She's had breast cancer twice, anal cancer once and in between bouts lost her mother to breast cancer and her father to bladder cancer. But she's used these challenges to help others.
Last year Sterr, who coordinates Will County's problem solving courts, received the Glen Marcum Community Engagement Award.
Sterr, an event lead for Joliet's Relay for Life on June 2, has been involved Relay for Life in various ways since 2000 and even co-coordinated it with Glen Marcum for several years.
According to a 2016 Herald-News story, Marcum was first elected to the district's Board of Commissioners in 2011 and had been president since 2013. He died in 2016 from complications of bile duct cancer.
"When I stepped down, I remained on the committee working on survivor and caregiver activities, including the survivor dinner," Sterr said in an email.
Although Sterr said it feels good to be cancer-free, she's never completely at ease.
"You're just waiting for the other shoe to drop," Sterr said.
In 1994, Sterr found a lump on a breast self-exam. Scared, Sterr called her doctor.
"I was freaking out," Sterr said. "I thought I would get in right away and the doctor would say, 'It's no big deal.' But it takes a week to see the doctor and a week to get the mammogram and wait for the results. I'm trying to set up an appointment for biopsy thinking, 'I want to get this out of me' and it takes another week or two."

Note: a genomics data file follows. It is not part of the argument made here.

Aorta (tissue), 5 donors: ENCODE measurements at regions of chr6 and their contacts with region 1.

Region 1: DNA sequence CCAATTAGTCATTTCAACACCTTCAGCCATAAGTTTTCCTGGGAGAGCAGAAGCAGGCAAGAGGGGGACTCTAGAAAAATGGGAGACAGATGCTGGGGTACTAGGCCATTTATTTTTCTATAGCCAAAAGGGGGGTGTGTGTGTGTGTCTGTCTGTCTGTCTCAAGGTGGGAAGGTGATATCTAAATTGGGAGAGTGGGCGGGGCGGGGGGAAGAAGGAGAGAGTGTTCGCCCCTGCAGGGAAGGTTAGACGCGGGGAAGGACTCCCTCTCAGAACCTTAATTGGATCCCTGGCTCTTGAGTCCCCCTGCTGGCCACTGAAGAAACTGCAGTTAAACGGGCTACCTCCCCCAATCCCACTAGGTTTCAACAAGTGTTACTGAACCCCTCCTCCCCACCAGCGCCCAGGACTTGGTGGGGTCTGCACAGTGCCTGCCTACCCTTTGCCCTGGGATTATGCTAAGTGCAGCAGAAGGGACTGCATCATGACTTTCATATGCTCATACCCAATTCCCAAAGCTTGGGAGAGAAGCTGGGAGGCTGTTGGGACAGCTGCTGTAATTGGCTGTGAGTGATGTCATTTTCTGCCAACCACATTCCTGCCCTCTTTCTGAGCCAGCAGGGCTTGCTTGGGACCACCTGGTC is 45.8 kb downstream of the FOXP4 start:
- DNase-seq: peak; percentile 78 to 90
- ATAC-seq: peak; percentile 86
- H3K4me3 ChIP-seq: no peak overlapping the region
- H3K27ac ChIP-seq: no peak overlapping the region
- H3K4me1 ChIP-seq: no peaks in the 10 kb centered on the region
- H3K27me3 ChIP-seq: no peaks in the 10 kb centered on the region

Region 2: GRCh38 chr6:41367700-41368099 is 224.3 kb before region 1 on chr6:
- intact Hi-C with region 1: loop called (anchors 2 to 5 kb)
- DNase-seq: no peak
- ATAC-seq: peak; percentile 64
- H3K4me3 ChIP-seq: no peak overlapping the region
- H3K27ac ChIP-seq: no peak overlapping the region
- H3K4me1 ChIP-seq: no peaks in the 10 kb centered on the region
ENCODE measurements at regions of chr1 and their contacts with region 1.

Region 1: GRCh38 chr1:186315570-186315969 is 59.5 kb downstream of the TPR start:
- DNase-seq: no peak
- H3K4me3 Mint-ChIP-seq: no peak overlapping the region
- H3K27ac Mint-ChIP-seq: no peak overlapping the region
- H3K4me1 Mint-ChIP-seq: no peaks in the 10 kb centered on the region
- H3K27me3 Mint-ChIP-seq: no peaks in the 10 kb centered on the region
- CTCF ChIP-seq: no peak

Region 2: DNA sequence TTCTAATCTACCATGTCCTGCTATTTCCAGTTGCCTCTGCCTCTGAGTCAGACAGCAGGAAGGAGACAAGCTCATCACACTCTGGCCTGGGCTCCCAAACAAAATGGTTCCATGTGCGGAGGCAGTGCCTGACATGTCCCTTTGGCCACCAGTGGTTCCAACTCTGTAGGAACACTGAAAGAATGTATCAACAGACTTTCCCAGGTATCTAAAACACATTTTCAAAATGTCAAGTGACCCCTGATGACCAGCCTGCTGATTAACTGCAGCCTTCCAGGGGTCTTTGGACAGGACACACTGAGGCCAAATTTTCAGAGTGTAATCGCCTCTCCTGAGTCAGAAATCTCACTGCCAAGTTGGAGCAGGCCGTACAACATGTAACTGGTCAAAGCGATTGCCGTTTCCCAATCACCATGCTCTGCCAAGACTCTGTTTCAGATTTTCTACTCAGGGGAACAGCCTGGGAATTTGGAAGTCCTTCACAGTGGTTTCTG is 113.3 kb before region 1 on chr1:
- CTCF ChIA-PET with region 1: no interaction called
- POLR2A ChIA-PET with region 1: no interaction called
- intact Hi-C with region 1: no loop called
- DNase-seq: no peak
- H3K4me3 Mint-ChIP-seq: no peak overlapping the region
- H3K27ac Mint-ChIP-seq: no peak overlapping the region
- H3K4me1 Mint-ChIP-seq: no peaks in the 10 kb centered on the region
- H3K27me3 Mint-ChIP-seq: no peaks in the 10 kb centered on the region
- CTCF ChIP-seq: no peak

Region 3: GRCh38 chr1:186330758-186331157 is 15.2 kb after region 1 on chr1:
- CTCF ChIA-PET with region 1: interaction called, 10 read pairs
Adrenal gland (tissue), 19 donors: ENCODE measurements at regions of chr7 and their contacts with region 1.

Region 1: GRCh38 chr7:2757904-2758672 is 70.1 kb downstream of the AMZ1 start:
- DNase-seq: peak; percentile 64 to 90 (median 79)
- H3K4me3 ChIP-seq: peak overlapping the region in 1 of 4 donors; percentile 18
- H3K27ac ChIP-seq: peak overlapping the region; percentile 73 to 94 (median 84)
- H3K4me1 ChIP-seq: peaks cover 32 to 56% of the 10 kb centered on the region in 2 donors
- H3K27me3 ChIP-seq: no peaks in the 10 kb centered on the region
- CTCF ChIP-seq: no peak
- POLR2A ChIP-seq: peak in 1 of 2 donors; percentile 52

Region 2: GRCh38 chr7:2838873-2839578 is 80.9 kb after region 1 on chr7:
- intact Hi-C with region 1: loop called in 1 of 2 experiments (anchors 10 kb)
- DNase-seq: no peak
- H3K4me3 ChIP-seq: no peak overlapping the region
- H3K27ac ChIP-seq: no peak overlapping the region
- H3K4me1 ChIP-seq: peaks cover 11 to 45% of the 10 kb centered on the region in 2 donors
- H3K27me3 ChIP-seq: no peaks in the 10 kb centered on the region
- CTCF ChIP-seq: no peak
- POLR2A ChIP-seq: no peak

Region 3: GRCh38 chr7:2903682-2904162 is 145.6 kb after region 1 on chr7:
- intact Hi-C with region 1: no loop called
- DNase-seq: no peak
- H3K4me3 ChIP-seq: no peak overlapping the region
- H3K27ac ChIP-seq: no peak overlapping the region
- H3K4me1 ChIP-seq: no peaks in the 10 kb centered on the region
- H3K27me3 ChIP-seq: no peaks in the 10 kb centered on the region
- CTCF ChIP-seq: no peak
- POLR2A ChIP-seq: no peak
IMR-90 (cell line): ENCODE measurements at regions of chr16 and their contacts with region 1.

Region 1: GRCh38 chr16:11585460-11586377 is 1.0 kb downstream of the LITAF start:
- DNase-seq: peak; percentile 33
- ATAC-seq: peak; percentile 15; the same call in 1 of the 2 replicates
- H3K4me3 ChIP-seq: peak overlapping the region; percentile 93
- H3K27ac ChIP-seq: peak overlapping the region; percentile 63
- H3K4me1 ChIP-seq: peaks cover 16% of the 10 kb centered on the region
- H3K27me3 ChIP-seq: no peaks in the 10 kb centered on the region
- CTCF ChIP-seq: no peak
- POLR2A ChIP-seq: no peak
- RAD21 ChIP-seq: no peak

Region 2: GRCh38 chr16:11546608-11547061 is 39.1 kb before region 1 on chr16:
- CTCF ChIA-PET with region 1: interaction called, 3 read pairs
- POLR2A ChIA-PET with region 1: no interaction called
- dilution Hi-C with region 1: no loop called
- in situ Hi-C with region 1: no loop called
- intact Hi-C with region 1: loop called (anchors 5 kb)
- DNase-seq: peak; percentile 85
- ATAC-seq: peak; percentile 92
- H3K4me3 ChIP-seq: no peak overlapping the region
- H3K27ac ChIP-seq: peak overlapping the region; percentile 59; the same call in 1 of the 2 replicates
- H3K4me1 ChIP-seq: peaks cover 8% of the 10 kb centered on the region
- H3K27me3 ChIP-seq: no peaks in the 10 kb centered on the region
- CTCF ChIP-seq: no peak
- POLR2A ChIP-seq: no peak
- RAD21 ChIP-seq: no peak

Eventually, Sterr was asked to come into the office – and to bring her mother with her. In addition, Sterr was in the middle of a divorce and learned her then soon-to-be ex-husband's insurance had lapsed.
Sterr needed a mastectomy and chemotherapy. Her children at the time were ages 1 and 3.
So she quit her job and went on public aid, a devastating move for a woman who'd spent her high school summers working and working full-time her entire life.
"Talk about a humbling experience," Sterr said. "It was a rough year."
But it was also the beginning of a cherished relationship with the American Cancer Society.
A local office fit Sterr with her first wig, she said.
"And I got to know about the 800 number for the American Cancer Society," Sterr said. "Because in those middle of the night times when I needed to talk to someone, they were there."
Six years later at her mammogram, Sterr was told, "We need to do an ultrasound."
"That's when the floor dropped," Sterr said. "They did the ultrasound and told me I would have to have a biopsy again. It was cancer again. And I had another mastectomy."